One life is all we have and we live it as we believe in living it. But to sacrifice what you are and to live without belief, that is a fate more terrible than dying.
In the end, one detail is unarguable: There will always be those searching for treasure. Never forget: We are a country founded on legends and myths. We love them, especially legends of treasure. Looking for treasure isn't just part of being an American, it is America.
The career of J. Robert Oppenheimer, the physicist who headed the Manhattan Project, draws such questions to a focus that resembles the bead of a laser-gunsight on a victim’s breastbone. It was Oppenheimer whom the public lionized as the brains behind the bomb; who agonized about the devastation his brilliance had helped to unleash; who hoped that the very destructiveness of the new “gadget,” as the bombmakers called their invention, might make war obsolete; and whose sometime Communist fellow-traveling and opposition to the development of the hydrogen bomb — a weapon a thousand times more powerful than the bombs that incinerated Hiroshima and Nagasaki — brought about his political disgrace and downfall, which of course have marked him in the eyes of some as all the more heroic, a visionary persecuted by warmongering McCarthyite troglodytes. His legacy, of course, is far more complicated.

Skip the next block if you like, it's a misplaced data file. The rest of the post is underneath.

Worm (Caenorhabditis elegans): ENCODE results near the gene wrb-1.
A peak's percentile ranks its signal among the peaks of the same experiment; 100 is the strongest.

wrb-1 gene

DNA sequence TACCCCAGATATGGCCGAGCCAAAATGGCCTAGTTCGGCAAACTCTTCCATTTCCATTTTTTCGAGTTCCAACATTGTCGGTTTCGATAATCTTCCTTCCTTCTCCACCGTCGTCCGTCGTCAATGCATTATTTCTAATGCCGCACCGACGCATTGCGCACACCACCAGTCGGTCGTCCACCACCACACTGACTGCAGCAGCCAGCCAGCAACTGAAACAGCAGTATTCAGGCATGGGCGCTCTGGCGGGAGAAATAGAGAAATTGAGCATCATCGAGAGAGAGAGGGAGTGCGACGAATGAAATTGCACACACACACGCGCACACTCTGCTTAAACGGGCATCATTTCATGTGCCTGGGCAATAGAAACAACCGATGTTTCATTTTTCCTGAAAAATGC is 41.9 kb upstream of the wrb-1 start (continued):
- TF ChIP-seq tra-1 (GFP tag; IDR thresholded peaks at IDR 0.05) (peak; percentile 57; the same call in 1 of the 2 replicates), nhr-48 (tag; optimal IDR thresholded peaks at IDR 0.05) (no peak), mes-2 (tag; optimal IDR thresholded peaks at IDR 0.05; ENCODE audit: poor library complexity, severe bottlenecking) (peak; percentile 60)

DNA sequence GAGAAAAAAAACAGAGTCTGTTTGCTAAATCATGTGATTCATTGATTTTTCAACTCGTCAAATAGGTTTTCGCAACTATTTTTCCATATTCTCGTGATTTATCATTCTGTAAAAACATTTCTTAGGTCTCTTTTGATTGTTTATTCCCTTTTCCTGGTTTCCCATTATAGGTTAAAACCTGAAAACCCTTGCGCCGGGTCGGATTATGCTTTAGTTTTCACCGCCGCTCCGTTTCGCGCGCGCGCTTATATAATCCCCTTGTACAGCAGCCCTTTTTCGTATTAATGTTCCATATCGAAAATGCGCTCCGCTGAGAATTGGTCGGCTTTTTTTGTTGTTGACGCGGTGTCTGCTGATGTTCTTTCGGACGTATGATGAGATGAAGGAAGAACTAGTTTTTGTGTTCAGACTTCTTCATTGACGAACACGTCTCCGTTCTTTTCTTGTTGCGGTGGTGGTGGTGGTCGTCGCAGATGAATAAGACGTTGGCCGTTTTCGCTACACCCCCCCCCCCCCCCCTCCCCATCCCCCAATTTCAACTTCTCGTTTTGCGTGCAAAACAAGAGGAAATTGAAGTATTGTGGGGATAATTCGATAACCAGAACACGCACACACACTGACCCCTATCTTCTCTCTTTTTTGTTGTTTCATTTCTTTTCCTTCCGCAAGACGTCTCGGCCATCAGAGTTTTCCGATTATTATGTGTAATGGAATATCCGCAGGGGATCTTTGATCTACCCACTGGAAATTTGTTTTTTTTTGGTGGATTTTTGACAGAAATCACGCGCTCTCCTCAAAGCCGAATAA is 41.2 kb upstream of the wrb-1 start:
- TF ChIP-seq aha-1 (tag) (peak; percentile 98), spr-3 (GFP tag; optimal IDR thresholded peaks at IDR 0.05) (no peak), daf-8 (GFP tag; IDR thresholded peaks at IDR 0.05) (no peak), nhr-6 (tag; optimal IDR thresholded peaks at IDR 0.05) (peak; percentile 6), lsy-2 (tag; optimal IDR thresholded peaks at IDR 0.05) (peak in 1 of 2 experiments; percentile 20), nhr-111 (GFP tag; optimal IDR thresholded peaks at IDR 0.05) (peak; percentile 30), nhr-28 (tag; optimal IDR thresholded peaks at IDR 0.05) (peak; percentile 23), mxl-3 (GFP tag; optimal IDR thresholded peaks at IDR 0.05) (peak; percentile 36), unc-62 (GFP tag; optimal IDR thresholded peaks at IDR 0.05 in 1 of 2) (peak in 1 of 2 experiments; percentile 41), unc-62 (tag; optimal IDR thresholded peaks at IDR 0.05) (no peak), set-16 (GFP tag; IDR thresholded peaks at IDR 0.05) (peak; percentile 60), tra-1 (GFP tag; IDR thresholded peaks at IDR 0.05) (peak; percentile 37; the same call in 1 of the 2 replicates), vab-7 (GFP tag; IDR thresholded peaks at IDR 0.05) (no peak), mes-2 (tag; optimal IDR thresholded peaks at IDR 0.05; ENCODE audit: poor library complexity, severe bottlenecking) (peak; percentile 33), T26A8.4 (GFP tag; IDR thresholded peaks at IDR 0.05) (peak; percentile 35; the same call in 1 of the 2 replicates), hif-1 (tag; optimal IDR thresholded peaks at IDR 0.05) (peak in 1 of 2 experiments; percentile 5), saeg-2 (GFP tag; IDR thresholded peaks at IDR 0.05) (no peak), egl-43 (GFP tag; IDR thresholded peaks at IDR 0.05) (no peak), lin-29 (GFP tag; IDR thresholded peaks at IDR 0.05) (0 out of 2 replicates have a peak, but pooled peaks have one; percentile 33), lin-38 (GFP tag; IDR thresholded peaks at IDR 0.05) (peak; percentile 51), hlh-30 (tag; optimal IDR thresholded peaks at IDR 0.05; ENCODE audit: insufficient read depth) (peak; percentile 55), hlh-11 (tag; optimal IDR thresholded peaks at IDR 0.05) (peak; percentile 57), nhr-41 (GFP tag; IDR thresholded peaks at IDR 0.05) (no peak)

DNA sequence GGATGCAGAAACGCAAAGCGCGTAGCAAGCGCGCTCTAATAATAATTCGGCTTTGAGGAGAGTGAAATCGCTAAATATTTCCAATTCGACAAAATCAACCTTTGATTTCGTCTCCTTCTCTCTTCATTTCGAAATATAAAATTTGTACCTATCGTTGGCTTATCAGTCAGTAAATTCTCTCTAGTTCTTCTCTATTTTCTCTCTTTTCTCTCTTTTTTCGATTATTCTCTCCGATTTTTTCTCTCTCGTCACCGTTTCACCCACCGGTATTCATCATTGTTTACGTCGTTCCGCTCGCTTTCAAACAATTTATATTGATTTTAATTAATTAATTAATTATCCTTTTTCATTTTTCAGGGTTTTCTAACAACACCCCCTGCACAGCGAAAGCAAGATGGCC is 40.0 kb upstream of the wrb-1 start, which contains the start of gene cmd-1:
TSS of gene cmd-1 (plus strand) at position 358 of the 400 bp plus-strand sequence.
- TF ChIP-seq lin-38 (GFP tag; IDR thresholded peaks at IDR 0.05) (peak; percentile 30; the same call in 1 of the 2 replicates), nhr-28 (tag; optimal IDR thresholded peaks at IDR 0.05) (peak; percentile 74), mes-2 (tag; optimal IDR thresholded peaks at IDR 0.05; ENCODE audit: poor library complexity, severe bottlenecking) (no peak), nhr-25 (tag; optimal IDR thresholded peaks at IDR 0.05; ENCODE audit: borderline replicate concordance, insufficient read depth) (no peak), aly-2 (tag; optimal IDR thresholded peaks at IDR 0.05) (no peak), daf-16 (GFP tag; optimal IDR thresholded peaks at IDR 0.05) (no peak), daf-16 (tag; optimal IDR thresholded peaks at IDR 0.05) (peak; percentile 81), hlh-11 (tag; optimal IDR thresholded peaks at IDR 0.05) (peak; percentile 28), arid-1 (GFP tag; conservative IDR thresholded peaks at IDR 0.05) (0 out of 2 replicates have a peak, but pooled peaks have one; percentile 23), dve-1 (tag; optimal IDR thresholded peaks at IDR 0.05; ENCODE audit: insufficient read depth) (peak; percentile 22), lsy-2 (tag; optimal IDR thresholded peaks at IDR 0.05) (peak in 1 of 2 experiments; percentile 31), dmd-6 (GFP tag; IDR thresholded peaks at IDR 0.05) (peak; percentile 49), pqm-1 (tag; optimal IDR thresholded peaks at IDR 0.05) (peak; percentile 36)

Youth is the most suitable age to enjoy the life completely or to work diligently for the life, what you decide makes your rest of the life ordinary or legendary respectively.
Postmen have a legendary aura. A ring at the doorbell may inflame a sense of expectation, suspense, secrecy, hazard or even intrigue. Ringing twice may imply a warning that trouble is on the way or an appeal to make the coast clear. Not all mailmen, though, will ring twice and await an eye-catching Lana Turner, whom they can whisper: With my brains and your looks, we could go places.” (The postman always rings twice)
She was infamous once upon a time. She's legendary now. The girl is a definite force to be reckoned with, though perhaps she doesn't know it yet.
I entered Princeton University as a graduate student in 1959, when the Department of Mathematics was housed in the old Fine Hall. This legendary facility was marvellous in stimulating interaction among the graduate students and between the graduate students and the faculty. The faculty offered few formal courses, and essentially none of them were at the beginning graduate level. Instead the students were expected to learn the necessary background material by reading books and papers and by organising seminars among themselves. It was a stimulating environment but not an easy one for a student like me, who had come with only a spotty background. Fortunately I had an excellent group of classmates, and in retrospect I think the Princeton method of that period was quite effective.